Franciscan friars back American nuns in Vatican spat
c. 2012 Religion News Service (RNS) The brothers have come to the sisters' defense. Leaders from the seven Franciscan provinces in the U.S. publicly backed a group of American nuns on Thursday (June 7), calling a Vatican crackdown on the women "excessive."
The Franciscan friars are believed to be the first Catholic religious order to voice support for the Leadership Conference of Women Religious since the Vatican announced a full-scale makeover of the group in April.
The Vatican said the LCWR, which represents most of the nation's 57,000 nuns, does not adequately advocate against gay marriage, abortion and women's ordination.
The Vatican's "doctrinal assessment" also faulted the sisters for sponsoring conferences that featured "a prevalence of certain radical feminist themes incompatible with the Catholic faith."
Noting that many members of LCWR belong to female Franciscan orders, the friars pledged solidarity with the sisters and called the Vatican assessment "excessive, given the evidence raised."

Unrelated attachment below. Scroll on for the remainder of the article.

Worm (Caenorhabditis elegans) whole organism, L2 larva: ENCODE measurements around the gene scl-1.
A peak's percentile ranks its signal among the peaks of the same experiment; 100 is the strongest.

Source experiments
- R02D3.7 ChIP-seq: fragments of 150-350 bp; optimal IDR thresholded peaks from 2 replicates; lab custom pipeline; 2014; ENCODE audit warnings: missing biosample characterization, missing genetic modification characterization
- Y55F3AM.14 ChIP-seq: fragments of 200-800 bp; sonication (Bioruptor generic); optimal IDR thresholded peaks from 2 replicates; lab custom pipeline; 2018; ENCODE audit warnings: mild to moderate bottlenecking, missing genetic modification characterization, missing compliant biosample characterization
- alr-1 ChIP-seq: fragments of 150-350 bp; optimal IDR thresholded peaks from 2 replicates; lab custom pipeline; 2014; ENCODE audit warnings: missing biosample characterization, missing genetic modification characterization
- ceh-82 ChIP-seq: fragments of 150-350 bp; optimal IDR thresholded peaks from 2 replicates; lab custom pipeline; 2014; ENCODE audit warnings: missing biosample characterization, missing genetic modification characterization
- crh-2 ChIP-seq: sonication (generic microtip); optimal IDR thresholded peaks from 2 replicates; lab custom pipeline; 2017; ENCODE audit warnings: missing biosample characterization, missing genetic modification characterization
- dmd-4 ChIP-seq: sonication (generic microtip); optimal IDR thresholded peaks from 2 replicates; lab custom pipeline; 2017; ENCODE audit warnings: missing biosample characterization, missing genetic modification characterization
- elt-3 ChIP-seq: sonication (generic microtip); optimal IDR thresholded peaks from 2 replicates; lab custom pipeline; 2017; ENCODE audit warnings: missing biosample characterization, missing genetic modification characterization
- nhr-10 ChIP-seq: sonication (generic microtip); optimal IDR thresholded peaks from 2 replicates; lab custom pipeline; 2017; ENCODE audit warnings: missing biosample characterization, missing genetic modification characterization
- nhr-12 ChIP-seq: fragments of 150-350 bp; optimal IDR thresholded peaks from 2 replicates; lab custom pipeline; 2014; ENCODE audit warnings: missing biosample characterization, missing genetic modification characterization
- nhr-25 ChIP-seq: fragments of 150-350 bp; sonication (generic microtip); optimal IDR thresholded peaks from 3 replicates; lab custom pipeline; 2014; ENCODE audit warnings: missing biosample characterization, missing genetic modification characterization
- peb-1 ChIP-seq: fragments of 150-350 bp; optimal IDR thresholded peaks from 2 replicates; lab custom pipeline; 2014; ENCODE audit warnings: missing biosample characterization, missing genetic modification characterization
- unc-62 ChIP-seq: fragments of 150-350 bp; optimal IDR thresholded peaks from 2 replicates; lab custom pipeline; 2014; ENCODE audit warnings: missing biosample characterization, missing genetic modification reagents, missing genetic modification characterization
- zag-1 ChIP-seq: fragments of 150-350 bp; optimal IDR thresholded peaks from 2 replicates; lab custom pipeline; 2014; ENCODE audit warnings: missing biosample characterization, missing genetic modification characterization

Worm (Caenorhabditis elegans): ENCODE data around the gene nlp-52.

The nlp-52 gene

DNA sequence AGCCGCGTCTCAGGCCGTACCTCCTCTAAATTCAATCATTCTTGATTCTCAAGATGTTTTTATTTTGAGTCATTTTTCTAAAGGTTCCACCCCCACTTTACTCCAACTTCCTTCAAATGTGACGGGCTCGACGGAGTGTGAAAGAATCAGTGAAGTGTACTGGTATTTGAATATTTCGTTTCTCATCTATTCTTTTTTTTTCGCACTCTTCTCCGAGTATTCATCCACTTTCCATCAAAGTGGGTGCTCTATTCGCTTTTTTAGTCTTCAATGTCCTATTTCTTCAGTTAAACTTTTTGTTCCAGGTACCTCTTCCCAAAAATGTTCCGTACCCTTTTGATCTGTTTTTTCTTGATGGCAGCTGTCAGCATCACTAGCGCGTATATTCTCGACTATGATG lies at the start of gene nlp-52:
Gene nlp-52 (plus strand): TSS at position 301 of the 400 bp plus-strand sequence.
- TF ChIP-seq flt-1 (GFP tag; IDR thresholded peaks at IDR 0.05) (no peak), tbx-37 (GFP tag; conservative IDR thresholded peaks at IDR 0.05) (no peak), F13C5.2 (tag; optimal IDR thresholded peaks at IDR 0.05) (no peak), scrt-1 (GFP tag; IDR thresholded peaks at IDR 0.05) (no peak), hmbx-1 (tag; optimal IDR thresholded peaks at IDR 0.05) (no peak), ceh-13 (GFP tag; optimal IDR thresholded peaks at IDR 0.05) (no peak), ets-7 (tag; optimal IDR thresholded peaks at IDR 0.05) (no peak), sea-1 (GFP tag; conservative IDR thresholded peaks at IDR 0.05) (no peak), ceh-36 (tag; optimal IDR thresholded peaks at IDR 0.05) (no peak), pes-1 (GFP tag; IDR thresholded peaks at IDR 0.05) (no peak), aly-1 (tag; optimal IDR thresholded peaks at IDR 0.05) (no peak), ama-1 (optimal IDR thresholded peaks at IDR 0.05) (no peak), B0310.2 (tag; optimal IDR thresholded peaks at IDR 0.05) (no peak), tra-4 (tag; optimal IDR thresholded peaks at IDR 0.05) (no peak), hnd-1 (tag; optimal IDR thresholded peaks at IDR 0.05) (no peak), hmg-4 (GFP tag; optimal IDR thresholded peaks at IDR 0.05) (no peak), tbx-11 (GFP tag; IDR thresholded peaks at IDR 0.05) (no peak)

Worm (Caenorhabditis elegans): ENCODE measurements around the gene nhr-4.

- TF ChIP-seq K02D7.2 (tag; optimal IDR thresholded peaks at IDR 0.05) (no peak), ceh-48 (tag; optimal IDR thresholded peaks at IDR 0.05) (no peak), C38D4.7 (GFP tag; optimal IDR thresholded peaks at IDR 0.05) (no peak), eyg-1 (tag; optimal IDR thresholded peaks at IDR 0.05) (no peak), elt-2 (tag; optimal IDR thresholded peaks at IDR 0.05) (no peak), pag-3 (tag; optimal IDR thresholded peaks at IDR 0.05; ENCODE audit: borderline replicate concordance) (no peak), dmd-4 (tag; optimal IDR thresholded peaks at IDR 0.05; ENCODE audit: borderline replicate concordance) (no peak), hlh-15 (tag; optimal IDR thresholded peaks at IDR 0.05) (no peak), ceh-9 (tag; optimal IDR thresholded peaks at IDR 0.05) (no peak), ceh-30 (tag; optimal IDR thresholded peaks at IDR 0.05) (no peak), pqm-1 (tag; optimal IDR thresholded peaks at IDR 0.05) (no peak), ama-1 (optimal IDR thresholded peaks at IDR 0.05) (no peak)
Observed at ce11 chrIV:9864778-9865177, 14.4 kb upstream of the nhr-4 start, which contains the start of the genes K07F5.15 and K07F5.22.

The sisters have been wrestling with complex contemporary issues, the Franciscans said, and those deliberations should not be equated with disobedience to Catholic doctrine.
"The efforts of LCWR to facilitate honest and faithful dialogue on critical issues of our times must not result in a level of ecclesial oversight that could, in effect, quash all further discernment," the Franciscans said.
Catholics since the Middle Ages have disagreed about how to apply church doctrine to public policy, the friars argued, and seldom were those disputes deemed "equivalent to questioning the authority of the Church's magisterium."
Many church observers suspect the Vatican crackdown was at least partially a response to prominent Catholic sisters' support for President Obama's health care overhaul, despite bishops' objections.
"Rather than excessive oversight of LCWR, perhaps a better service to the people of God might be a renewed effort to articulate the nuances of our complex moral tradition," the friars said.
The LCWR itself has called the Vatican's assessment "unsubstantiated" and a source of "scandal and pain."
LCWR leaders will meet on June 12 in Rome with Cardinal William Levada, the former archbishop of San Francisco who now heads the Vatican's doctrine office, the Congregation for the Doctrine of the Faith.